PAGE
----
In fact, this blog (and your blog and so many others, too many to mention) is a testament to the wise words of strangers (many now friends) shining light on blindspots – mine, my kids’ and the blindspots of those reading this blog.

    Gifts, indeed!

  9. I feel we need to go through certain experiences to become fully self aware of who we truly are and what we truly need. I would not know myself in certain ways, if not for those experiences. In the moment those experiences for me were emotionally draining, consuming at times and in some instances unbearable. Reflecting back now, those were tough life lessons, but I like to think they have prepared me for what’s to come, and what I truly need for myself.

    Your lesson was to learn self care, among many other things I am sure, but there’s an inner strength you gained from your experience.

    We get messages from everyone and everything around us, when we fully, truly listen. For me it’s in every conversation, book, song, etc :). Tonight I got a great message from a radio show I accidentally was listening to this evening. It said “the hardest thing we learn is patience, patience in what’s to come. We seek answers to questions that sometimes warrant no real answers. Instead embrace the experience of each moment, be patient and allow understanding to come later”.

  10. Kira,

    I seem to have a great deal of patience with my kids, and zero for myself. Must work on that.

    Love what you said about getting messages everywhere. Isn’t that what sprinkles a little magic in the day… wondering what the next message will be, and where it might come from.

  11. It’s the hardest thing we do, learning to be patient with ourselves. I think as individuals we tend to be less forgiving with how we act & react to things. I don’t know why that is. I think kids have this natural ability to aid us in that learning process. I get what you mean completely about having a great deal of patience with your own children. I am sure if they make mistakes, in your response there are no harsh criticisms, rather comforting, encouraging words, and hugs if needed :). When you attempt to work on being patient with yourself, think about how you respond to your little ones. It may help.

    & yes, I often wonder what messages I will get next, & how it will be relayed to me. Being on the receiving end is magical in itself. I am always thankful.

  12. Totally have tears in my eyes after reading this, Jesse…

    I received a text from my N friend yesterday….. and after fretting about what to do… should I say something?… If so, what?…. for about an hour, I had this epiphany. All I should do/say was what would be best for ME to do/say. As it has been so many times in the past, that turned out to be saying nothing. I realized that I had nothing more to say to her. And that no matter what I said, it would be wrong, and somehow it would be twisted. I am sure that saying nothing makes me heartless or something like that in her eyes. But I know what happens to my spirit when I connect with her. And I know that she is still trying to manipulate me. I know she has no respect for my feelings or boundaries I have set.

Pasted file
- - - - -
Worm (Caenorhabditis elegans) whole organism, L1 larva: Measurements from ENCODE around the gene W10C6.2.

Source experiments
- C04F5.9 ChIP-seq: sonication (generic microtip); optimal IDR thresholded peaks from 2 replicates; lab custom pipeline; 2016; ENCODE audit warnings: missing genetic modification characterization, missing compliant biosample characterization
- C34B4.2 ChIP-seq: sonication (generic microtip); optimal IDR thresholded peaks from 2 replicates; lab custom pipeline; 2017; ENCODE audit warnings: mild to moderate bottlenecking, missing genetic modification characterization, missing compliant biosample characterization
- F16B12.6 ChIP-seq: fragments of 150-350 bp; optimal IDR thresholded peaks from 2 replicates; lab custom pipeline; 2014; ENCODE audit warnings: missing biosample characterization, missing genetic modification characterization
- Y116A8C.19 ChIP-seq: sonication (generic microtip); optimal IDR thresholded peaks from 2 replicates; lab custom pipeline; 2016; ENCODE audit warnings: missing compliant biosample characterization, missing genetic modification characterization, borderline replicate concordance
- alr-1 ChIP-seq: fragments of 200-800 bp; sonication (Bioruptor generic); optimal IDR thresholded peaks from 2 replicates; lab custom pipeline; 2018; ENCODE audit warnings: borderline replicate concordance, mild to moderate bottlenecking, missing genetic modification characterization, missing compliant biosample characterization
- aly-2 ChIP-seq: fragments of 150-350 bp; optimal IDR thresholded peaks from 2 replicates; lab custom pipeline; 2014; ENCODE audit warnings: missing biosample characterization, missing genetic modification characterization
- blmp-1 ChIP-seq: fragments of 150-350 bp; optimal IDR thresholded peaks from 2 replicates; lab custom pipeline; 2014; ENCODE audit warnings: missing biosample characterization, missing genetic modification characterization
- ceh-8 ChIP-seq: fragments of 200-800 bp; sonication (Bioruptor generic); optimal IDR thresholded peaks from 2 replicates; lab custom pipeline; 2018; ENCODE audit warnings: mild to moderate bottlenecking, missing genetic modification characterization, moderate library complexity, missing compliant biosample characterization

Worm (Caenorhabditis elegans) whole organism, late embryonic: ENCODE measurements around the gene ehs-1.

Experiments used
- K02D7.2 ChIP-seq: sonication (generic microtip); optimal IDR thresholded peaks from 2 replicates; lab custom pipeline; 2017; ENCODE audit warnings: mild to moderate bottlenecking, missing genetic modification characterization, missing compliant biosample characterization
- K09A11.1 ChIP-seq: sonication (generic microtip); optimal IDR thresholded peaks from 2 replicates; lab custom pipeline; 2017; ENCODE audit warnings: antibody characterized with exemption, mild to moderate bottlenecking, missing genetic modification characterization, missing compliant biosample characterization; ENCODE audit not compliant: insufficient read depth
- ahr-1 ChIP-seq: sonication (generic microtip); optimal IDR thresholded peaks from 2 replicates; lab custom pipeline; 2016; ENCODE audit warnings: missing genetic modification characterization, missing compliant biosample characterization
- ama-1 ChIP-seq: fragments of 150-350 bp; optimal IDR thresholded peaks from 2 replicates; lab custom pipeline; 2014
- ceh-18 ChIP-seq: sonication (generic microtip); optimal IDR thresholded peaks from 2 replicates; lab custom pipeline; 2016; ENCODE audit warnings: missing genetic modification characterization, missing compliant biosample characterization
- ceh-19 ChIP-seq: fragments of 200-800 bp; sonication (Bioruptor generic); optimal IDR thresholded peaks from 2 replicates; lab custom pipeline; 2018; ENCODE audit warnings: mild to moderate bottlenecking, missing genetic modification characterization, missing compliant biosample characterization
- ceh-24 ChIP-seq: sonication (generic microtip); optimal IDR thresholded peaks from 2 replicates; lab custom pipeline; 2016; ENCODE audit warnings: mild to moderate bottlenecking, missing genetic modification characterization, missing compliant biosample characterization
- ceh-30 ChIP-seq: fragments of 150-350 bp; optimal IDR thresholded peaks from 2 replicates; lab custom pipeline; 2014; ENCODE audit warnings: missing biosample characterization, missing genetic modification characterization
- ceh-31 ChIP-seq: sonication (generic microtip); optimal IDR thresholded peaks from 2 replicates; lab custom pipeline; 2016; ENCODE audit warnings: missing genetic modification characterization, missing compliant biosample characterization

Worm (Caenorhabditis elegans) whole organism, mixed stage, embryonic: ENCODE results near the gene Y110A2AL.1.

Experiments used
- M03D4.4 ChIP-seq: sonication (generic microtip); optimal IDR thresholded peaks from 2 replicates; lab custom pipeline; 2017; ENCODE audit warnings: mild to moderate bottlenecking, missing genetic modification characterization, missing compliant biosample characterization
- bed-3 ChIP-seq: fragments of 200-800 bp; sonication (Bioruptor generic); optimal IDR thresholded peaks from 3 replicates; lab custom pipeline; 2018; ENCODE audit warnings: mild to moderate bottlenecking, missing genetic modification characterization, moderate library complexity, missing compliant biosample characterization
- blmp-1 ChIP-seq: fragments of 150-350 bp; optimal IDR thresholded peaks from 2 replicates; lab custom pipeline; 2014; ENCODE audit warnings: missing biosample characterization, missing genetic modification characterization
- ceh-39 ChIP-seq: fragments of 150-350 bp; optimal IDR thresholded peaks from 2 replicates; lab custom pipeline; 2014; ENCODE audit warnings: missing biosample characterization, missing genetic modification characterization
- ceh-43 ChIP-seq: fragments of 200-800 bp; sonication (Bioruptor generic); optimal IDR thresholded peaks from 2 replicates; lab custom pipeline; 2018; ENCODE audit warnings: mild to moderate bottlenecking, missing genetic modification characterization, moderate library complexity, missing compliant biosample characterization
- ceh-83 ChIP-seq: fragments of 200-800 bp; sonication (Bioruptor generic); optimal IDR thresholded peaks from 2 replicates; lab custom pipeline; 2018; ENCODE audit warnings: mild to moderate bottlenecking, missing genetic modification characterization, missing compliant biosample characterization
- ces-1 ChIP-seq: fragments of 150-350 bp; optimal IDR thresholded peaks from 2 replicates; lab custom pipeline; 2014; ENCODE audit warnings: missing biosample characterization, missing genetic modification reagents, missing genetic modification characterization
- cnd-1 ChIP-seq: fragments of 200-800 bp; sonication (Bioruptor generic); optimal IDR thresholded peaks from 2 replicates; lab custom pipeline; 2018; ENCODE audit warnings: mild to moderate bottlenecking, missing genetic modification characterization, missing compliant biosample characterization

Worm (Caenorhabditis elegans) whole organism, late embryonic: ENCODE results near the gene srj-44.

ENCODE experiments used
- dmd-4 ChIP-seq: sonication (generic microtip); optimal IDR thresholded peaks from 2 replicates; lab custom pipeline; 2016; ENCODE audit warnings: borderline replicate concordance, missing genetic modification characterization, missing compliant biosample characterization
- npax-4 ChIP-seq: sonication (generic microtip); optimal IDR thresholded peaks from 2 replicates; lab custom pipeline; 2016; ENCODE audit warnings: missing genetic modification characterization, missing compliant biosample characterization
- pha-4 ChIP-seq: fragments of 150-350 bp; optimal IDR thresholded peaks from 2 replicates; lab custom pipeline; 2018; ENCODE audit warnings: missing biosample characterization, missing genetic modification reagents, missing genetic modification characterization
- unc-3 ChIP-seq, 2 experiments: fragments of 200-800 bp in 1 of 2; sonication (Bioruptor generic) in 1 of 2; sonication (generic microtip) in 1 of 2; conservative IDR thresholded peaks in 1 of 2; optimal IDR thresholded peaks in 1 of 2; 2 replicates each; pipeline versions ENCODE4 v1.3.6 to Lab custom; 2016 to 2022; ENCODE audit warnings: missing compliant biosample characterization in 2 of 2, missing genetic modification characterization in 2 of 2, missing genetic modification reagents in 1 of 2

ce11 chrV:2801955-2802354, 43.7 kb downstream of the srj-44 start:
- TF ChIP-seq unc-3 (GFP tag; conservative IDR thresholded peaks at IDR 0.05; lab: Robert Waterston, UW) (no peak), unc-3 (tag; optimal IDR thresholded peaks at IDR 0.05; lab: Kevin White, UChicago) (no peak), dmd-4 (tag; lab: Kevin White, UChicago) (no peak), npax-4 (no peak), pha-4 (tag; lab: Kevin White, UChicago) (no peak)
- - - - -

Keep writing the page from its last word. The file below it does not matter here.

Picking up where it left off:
I can clearly see her destroying her own life. But I can’t step back into the quicksand, I just can’t….. I have felt somewhat tormented about that, having perspective, so clearly understanding the problem for the first time ever & being unable to share that with her… being unable to SHOW her.

    I just keep coming back to the fact that it’s no longer my problem, my concern, or my worry. So, I guess that is what self-care means. And it was definitely something I needed to learn.

    I do not believe in accidents. I do not believe in chance. I believe that we are to learn from all our experiences good or bad. I believe you were meant to meet your neighbor on that hill. I believe that you were meant to hear those words. I believe that you were meant to share them here. And I believe that those words “self-care” gave me some closure and peace on a difficult situation this week. Thank you.

    hugs, NM

  13. NM,

    Speaking as one who has been there…

    I know how hard it is for you to not respond. I know that it’s difficult to stop yourself from trying to SHOW her. I know it’s nearly impossible to not try to help her see ONE MORE TIME – because this might be the time that your message gets through.

    We don’t give up. We believe there is goodness in everyone. We always try one more time.

    But enough is enough.

    Congratulations!!! Way-to-go for putting yourself first. You aren’t being selfish. You aren’t being mean. You aren’t being heartless.

    You are taking care of yourself.

    I’m proud of you.

    Enjoy your family and your weekend.

  14. Thank you, Jesse. You too!

  15. Great story Jesse. That’s a beautiful metaphor of two authors meeting at the top of a hill.

    It seems like quite a bitter pill to swallow in the name of self-care, but like you said you have two beautiful children as a result.

    I hope you’re very proud of yourself–and I’m sure your eloquent and honest words will help others in narcissistic relationships for years to come.

    Your message WILL find the right people:).

  16. Linda,

    Thanks for reading and for being so supportive.

    That bitter pill becomes more palatable as time goes on.